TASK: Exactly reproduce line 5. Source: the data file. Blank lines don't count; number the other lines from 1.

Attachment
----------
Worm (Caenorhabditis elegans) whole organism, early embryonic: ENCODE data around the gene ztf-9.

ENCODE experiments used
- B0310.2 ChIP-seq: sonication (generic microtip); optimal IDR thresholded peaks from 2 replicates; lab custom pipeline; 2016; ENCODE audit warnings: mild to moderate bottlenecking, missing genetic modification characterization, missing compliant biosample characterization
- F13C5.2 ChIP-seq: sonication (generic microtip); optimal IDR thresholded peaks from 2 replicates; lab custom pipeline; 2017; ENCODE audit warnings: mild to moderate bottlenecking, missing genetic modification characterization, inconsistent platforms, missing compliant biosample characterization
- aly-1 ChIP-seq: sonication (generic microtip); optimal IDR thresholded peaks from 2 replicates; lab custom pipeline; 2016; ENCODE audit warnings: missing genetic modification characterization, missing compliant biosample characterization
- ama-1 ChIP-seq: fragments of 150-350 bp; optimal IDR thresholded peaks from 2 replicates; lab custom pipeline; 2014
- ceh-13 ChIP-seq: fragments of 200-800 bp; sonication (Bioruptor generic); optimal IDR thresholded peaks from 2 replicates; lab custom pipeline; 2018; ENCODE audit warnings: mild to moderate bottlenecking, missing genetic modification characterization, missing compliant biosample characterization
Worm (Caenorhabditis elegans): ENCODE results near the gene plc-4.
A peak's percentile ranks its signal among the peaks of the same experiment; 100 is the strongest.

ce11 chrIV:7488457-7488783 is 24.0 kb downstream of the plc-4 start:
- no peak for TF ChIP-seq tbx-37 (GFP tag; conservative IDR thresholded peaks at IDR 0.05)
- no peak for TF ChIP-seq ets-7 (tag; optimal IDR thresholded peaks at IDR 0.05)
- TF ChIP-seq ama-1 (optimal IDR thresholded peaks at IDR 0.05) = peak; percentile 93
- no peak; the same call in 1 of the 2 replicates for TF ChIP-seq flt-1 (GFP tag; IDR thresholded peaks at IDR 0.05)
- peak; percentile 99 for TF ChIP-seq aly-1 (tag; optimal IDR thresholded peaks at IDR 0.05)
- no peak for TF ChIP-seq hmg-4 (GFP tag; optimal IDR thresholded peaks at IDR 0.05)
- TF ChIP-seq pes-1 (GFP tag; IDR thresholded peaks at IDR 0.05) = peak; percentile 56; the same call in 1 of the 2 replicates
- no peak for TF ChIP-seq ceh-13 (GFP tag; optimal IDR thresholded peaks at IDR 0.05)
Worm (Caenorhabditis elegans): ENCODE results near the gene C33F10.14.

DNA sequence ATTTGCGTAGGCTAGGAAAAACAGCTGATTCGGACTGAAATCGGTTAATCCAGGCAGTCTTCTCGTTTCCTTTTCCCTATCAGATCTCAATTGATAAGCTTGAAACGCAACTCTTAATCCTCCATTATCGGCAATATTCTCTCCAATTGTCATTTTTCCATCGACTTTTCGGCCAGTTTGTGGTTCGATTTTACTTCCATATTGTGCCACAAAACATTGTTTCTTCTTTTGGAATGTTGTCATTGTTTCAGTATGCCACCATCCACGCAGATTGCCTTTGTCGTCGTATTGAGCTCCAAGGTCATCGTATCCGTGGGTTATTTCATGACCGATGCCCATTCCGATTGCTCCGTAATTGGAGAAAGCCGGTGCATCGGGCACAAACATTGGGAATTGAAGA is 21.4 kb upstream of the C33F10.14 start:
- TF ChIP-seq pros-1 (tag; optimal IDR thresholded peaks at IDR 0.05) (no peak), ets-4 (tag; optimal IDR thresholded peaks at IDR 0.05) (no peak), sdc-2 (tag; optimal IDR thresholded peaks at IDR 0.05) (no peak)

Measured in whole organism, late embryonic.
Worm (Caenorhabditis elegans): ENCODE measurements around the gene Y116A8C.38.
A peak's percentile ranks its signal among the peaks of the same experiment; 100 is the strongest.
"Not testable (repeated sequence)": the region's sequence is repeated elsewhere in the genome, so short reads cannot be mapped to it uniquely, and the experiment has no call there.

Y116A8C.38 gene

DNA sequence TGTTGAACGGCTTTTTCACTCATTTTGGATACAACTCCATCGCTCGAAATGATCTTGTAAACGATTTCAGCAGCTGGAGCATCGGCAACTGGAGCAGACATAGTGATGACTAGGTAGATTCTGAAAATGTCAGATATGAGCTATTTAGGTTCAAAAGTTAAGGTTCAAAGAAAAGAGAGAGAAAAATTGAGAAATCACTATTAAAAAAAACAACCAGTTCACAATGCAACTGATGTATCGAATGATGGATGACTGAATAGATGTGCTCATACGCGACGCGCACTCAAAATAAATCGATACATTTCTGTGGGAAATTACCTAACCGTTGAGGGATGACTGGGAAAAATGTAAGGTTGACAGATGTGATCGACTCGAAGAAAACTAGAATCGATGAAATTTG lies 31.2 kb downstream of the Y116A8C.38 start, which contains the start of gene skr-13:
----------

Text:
- aly-1 ChIP-seq: sonication (generic microtip); optimal IDR thresholded peaks from 2 replicates; lab custom pipeline; 2016; ENCODE audit warnings: missing genetic modification characterization, missing compliant biosample characterization